In doing netting so fine and delicate as that of the purse before us, it will be found necessary not to fill even the smallest netting-needle too full of silk; as if made too full, it becomes so difficult to pass through the loops as to tire the patience of the best worker. Begin on 4 stitches, made on a thread only as a foundation. Draw two off the mesh, and work 2 on each of the four, forming them into a round, and never keeping more than two stitches together on the mesh. Continue to work round and round, making two stitches in every small stitch, and by so doing increasing four stitches in every round, until there are 60 altogether, when you will do 49 rounds, without any increase.

After this, instead of working round, work backwards and forwards 50 rows. Again close for a round, with the same number of stitches (60), and make 49 rounds. To decrease for the end, net two stitches together 4 times in every round, until only four stitches remain. The two stitches must be taken together invariably at the quarters.

The pattern is darned entirely in gold. A star is first done at each side of the lines forming the increase or decrease, and the remainder is worked from the engraving. The pattern, which occupies 15 stitches, is repeated four times at each end. A simple zig-zag pattern, done on each side of the opening, strengthens as well as ornaments it.

In darning netting, always work in one





direction, if the pattern inclines so; but that “they convey a high impression of where (as in the present case), there is a

the original powers of their author.” In centre to each design, the darning must 1799, she published a Collection of radiate from it in opposite directions, the Original Sonnets,” which contain some right side being to the right, and the other beautiful examples of that species of combeing reversed.. This purse would look position. After this she did not publish well in cerise, blue, or green, and might be any large poem ; yet she continued to darned with silver instead of gold, in which pour forth her poetical effusions upon case the garniture must correspond with it. such occasions as interested her feelings,

The silk is the finest made in Paris, and or excited her imagination. She died on resembles that used for Maltese netting. the 23rd of March, 1809, having beThe beauty of the purse depends greatly queathed, by will, to Sir Walter Scott, on the extreme fineness of the silk em- with whom for many years she had correployed for it. Materials 106. 6d., post free. sponded, the copyright of her poems and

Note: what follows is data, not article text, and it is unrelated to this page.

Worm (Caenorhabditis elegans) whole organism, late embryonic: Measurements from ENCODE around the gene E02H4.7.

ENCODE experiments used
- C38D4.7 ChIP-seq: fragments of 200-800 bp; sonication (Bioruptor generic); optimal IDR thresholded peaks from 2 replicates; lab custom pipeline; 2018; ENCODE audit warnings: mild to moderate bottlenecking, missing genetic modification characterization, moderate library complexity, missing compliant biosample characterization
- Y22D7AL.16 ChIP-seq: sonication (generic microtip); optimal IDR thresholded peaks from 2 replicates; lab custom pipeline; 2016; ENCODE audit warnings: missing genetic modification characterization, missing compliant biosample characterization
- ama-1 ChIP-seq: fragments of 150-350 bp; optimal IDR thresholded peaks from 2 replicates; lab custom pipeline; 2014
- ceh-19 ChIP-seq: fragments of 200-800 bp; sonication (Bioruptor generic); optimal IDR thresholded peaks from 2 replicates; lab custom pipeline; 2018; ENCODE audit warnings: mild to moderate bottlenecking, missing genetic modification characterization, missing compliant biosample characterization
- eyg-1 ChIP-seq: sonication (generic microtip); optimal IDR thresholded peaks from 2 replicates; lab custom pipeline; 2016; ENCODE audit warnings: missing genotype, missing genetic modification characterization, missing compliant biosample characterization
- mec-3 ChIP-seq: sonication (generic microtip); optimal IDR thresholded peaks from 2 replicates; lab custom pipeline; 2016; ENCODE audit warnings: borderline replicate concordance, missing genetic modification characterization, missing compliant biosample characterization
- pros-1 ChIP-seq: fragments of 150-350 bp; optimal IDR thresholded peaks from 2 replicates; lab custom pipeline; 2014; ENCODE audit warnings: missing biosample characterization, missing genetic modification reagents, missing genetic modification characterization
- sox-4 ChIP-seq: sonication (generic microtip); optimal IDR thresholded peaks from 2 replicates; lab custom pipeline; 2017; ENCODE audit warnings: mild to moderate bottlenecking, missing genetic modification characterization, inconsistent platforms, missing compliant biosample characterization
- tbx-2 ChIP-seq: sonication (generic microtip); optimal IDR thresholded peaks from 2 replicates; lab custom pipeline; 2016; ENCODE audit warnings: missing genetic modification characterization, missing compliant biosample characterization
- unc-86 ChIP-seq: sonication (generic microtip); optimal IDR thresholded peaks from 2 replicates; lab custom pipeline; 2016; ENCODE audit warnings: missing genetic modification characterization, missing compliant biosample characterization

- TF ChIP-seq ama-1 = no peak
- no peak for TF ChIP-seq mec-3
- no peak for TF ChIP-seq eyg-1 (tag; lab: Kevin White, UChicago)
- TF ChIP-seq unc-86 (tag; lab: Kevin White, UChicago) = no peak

letters, with a request that he would super

intend their publication. EMINENT FEMALE WRITERS.

Of her character and her poetry, a distinguished critic * thus speaks : "She

was endowed with considerable genius, ANNA SEWARD, daughter of the Rev. and with an ample portion of that fine Thomas Seward, of Lichfield, was born enthusiasm which sometimes may be misin the year 1747. In her very early taken for it; but her taste was far from childhood, she showed a great passion good, and her numerous productions (a for poetry; but her mother, who had no few excepted), are disfigured by florid ortaste for it, and who had a dread lest her nament and elaborate magnificence." daughter should be a "literary lady,"

We have selected as a specimen of Miss persuaded her husband to forbid Anna Seward's poems, the following: from pursuing the natural bent of her genius. Poetry, therefore, was prohibited; and, to her praise, she sacrificed her own Wuen life is hurried to untimely close, strong and decided tastes to the inclina- In the years of crystal eyes and burnish'd hair, tion of her parents. At the age of Pire are the thoughts of death; eternal parting

From all the precious soul's yet known delights, seventeen, she lost her only sister,-a be

All she had clung to here ;--- from youth and reavement which she felt most keenly, hope, and which she subsequently made the And the year's blossom'd April; – bounding subject of an elegy. The blank in her


Which had out-leap'd the roes, when morning domestic society was, however, in a degree, supplied by the attachment of Miss Yellow'd their forest glade; - from reaper's Honora Sneyd," then residing in her father's family, whom she often mentions

And cheerful swarm of populous towus; -from

Time, in her poetry.

Which tells of joys forepast, and promises When of age to select her own studies, The dear return of seasons, and the bliss she became a professed votary of the Crowning a fruitful marriage ;—from the stores Muse, and she was known by the name of

Of well-engrafted knowledge ;- from all atter the “Swan of Lichfield." Among her first since, in the silent grave, no talk!—no music! publications was“ An Elegy to the Memory No gay surprise, by unexpected good,

Social, or individual !-no glad step of Captain Cook,” and “A Monody on

Of welcome friend, with more intenseness the Death of Major André." From the nature of the subjects, they enjoyed great Than warbled melody !-no father's counset ! popularity for the time, but are now very There nothing breathes save the insatiate worm, little read, though Sir Walter Scottt says, And nothing is, but the drear altering corse,


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Resolving silently to shapeless dust, * She was the object of Major André's attach- In unpierced darkness and in black oblivion. ment, and afterwards became Mrs. Edgeworth.

+ See the Biographical Preface of Sir Walter Scott, to his edition of Miss Seward's Poetica! * Rev. Alexander Dyce, in his "Specimens of Works, 3 vols., Edinburgh, 1840.


British Poetesses."